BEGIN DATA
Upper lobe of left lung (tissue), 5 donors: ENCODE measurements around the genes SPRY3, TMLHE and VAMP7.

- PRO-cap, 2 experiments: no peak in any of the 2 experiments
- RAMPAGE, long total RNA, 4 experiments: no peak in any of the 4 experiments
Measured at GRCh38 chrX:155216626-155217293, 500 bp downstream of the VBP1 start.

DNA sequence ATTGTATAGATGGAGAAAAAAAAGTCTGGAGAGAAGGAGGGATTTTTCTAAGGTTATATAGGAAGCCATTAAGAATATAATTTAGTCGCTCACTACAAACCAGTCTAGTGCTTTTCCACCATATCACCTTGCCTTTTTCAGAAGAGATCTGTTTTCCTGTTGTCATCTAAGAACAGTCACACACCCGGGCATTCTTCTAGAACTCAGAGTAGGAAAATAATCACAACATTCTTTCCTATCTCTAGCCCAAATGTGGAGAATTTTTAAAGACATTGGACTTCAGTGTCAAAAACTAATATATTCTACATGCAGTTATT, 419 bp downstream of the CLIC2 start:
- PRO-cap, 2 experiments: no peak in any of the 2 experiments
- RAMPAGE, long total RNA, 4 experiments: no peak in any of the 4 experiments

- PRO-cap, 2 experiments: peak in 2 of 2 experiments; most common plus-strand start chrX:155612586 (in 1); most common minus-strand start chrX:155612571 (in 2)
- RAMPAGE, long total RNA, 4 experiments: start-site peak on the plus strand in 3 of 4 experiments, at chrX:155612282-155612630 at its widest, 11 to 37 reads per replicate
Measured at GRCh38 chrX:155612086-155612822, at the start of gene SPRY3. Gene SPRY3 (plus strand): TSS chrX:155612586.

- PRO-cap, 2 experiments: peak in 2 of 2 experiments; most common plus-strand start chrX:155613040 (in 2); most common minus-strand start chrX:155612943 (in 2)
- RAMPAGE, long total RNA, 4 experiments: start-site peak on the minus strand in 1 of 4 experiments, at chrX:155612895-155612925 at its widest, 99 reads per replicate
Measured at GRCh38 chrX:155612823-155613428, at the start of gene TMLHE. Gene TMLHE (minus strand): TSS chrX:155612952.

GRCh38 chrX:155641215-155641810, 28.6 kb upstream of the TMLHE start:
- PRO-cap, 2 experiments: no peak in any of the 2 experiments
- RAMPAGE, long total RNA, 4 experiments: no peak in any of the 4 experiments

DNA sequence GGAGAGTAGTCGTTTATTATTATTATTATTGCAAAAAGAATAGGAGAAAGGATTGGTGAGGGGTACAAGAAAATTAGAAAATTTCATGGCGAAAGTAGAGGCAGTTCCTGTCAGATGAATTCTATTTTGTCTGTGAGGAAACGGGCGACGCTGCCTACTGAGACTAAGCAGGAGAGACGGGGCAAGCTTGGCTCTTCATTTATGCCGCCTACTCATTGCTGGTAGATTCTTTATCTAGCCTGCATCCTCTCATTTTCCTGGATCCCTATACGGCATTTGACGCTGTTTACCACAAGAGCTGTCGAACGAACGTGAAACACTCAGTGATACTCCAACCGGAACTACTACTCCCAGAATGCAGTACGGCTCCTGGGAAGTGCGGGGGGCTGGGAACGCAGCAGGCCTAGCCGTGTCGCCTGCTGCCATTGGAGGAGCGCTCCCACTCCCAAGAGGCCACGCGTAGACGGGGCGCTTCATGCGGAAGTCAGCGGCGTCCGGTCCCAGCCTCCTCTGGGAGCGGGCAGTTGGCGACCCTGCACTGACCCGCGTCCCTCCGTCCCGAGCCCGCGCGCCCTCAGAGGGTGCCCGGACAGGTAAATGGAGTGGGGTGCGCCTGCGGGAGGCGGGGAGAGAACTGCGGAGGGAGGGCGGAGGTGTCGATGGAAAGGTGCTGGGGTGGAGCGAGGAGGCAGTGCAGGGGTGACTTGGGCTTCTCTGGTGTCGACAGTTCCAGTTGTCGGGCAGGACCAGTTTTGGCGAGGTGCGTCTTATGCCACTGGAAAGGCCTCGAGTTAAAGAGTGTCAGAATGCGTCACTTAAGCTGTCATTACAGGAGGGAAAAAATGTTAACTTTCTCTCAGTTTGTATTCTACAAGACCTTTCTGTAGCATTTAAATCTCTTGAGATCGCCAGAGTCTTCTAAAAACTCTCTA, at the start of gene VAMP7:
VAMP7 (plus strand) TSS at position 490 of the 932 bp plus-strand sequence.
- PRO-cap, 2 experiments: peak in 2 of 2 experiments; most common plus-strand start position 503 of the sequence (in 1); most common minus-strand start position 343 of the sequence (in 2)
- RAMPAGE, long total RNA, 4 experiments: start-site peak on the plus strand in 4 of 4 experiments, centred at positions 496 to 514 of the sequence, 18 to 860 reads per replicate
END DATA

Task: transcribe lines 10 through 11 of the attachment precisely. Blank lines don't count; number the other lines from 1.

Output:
Measured at GRCh38 chrX:155612086-155612822, at the start of gene SPRY3. Gene SPRY3 (plus strand): TSS chrX:155612586.

- PRO-cap, 2 experiments: peak in 2 of 2 experiments; most common plus-strand start chrX:155613040 (in 2); most common minus-strand start chrX:155612943 (in 2)